Why Did Kyrgyz Voters Give Up Parliamentarism?  – The Diplomat

On  January 10, 2021 Kyrgyz voters elected a new president, Sadyr Japarov, whose meteoric rise to power was prompted by a violent upheaval in October 2020. The same day, voters cast a second ballot in a referendum on constitutional reform initiated by Japarov. In another win for the president-elect, 84 percent of voters approved changes that would give Kyrgyzstan a presidential system of government, effectively reducing the power of the parliament. 

Ten years ago, Kyrgyz citizens voted overwhelmingly in favor of a reform plan that transformed Kyrgyzstan into a parliamentary republic. Held on June 27, 2010, two weeks after deadly inter-ethnic clashes in the south of Kyrgyzstan and two months after the ouster of President Kurmanbek Bakiyev, the constitutional referendum was designed to bring an end to nepotism, prevent the concentration of power in the office of the president, give voice to the opposition, and turn the parliament into a real decision-making body in the country. 

While 91 percent of Kyrgyz voters backed the parliamentary plan in 2010, its critics inside and outside the country saw a dark future. Acting Defense Minister of Kyrgyzstan Ismail Isakov argued at the time that a parliamentary form of government was alien to the “Kyrgyz mentality and spirit.” Speaking to journalists at the G-20 meeting in Toronto, then-President of Russia Dmitry Medvedev warned of the “chain of eternal problems” – parliamentary reshuffles, elite in-fighting, and the rise of extremism in Kyrgyzstan.

Critics of the parliamentary form of government in Kyrgyzstan were right in naming the symptoms, but not the sources, of woes in the country’s politics. The attitudes of the Kyrgyz electorate toward leadership, authority, state institutions, and public priorities have seen minimal changes in the decade since the parliamentary form of government was introduced. Bakiyev’s presidency, which precipitated the constitutional changes of 2010, was also marked by frequent stand-offs between the parliament and the president, and featured cutthroat political competition with assassinations reaching an unprecedented level in 2005-2006

Presidentialism is favored by Kyrgyz citizens because it offers a simple mechanism for holding the state leader accountable through the threat of violent removal in a system of governance rooted in patronage. To put it simply, it is easier to “punish” the sitting president by removing him from the office through revolt than to deal with the parliament. A revolt against the power-sharing system in the parliament threatens to break the patronage networks cultivated by the ruling elite that many in the population benefit from. Even if dissatisfied, some voters blame other factions for the country’s problem or fear that change will give other factions more power over them.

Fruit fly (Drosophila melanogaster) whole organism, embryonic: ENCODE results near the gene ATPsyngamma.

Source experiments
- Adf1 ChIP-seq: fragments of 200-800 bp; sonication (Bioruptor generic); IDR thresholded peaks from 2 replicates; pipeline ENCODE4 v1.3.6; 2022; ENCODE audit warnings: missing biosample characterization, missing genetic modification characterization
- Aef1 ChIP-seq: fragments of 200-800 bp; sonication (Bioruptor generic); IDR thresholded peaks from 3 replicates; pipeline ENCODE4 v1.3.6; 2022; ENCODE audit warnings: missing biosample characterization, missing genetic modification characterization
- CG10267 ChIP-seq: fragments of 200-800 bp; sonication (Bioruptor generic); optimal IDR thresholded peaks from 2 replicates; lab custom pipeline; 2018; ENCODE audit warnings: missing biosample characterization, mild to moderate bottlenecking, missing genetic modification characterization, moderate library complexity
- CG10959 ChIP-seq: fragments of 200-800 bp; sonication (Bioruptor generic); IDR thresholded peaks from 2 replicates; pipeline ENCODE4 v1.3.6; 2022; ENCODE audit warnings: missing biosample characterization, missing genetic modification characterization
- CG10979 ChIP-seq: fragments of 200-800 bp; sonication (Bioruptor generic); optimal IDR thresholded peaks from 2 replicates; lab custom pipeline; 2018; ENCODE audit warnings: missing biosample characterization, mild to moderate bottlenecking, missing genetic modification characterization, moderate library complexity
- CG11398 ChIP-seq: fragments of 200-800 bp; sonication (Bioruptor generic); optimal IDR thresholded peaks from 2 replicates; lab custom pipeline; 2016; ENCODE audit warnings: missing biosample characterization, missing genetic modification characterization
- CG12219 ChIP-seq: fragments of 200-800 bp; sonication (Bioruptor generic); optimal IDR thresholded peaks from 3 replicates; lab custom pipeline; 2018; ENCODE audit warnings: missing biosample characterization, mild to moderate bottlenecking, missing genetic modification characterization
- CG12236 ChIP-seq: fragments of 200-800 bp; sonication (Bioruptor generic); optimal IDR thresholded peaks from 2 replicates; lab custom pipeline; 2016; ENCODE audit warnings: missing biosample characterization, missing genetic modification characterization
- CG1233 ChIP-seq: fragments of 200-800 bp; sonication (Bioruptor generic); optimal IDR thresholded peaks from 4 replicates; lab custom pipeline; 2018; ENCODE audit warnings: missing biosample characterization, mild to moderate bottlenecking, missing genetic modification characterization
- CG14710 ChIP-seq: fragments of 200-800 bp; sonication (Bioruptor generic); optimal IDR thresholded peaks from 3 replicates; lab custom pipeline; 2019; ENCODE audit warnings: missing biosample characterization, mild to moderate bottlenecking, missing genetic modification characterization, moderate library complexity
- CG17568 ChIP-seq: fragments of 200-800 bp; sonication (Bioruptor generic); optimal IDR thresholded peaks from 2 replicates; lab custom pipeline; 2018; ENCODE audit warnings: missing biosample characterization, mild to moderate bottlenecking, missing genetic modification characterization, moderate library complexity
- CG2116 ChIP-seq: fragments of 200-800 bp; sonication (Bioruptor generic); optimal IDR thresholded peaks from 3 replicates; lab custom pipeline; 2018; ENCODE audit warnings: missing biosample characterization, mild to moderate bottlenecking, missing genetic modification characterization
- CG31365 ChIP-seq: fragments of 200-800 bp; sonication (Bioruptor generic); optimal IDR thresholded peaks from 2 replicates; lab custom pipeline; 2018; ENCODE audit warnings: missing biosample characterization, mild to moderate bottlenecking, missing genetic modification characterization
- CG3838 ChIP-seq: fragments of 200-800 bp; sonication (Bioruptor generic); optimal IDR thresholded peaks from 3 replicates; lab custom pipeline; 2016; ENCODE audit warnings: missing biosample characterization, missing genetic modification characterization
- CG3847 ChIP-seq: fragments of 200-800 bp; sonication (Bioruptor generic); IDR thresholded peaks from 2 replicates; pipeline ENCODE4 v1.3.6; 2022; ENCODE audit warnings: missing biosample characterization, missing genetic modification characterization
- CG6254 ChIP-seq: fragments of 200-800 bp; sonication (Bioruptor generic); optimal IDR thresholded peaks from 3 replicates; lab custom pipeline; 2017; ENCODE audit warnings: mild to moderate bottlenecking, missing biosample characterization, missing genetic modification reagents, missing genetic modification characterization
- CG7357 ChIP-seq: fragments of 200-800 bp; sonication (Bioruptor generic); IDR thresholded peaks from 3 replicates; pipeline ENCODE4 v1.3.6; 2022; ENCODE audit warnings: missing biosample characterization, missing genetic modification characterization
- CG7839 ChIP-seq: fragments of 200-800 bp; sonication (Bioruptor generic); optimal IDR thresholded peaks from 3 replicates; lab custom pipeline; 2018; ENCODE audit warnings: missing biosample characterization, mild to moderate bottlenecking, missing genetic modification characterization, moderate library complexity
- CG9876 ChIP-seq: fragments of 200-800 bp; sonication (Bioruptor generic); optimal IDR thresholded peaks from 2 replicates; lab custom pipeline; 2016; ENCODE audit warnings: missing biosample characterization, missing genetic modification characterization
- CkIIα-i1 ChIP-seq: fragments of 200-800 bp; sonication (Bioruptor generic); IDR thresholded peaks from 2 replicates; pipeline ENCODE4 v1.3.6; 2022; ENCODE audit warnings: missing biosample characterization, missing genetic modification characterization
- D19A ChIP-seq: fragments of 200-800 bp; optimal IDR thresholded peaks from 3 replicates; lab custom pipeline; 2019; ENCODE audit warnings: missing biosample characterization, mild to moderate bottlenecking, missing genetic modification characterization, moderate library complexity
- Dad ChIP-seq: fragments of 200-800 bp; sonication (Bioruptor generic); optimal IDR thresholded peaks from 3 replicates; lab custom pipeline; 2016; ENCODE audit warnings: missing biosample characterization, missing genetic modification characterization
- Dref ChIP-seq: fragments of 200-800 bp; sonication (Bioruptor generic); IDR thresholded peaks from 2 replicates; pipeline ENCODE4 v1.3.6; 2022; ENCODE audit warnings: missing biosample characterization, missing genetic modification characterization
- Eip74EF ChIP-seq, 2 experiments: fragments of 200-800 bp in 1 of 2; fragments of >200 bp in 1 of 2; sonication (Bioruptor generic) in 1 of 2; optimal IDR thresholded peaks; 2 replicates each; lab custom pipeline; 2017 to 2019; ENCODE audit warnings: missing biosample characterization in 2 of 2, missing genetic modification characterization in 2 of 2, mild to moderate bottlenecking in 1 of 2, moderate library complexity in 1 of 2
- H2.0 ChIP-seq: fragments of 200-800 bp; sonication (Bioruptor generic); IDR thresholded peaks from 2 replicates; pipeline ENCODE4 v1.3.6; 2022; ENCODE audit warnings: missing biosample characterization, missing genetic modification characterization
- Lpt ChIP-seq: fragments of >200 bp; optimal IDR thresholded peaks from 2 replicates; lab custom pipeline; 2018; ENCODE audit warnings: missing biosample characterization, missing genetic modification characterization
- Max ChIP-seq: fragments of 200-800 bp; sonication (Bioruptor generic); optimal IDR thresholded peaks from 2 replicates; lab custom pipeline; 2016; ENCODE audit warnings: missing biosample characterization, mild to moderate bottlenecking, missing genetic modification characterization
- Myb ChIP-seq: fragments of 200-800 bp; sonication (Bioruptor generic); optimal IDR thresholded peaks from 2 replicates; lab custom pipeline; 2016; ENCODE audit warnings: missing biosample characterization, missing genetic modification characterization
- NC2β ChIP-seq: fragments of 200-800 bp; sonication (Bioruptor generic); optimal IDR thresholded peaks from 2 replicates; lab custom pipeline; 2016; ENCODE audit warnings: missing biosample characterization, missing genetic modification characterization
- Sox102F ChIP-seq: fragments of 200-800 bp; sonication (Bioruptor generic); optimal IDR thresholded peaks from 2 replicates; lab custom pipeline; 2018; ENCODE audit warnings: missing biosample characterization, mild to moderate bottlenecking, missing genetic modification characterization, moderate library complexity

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With roots in the Soviet era of endemic deficit, red tape, and ethnic privilege, client-patron relations were strengthened in the wake of the Soviet Union’s dissolution, giving rise to a deeply entrenched system of patronage. In this system, people pursue their political and economic ends primarily through personalized networks meting out rewards and punishments. In these networks, people’s loyalty and allegiances are exchanged for favors and rewards dispensed by those in positions of power and having access to public resources.

Political and business competition in Kyrgyzstan has taken place through the contest of these patronage networks, involving political, business, and, often, criminal interests. The majority of political parties have been ideologically empty vehicles for institutionalizing the promises of rewards to those at different levels of the patronage networks in exchange for voters’ mobilization. Business success, too, has been conditioned by one’s connections to the state obtained through involvement in and support for the patronage networks: In exchange for financial contributions during election campaigns, business interests can receive seats in the Kyrgyz parliament that come with immunity from criminal prosecution and guaranteed access to the country’s wealth. 

During the Akayev and Bakiyev presidencies, one of the patronage networks connected to the president’s kin managed to consolidate power in the state to the exclusion of other competitive power networks. In both instances, this strategy backfired, leading to intra-elite revolts backed by demonstrations that toppled the presidents. By strengthening the parliament’s powers, the 2010 Kyrgyz Constitution, which was a result of an informal compromise among the representatives of several patronage networks estranged during the Bakiyev presidency, set the stage for a more diffused and pluralistic patronage system. Although, these changes prompted elements of genuine political debate and competition at the national level, they further hollowed formal institutions, eroded good governance, and strengthened reliance on patronage networks in the end.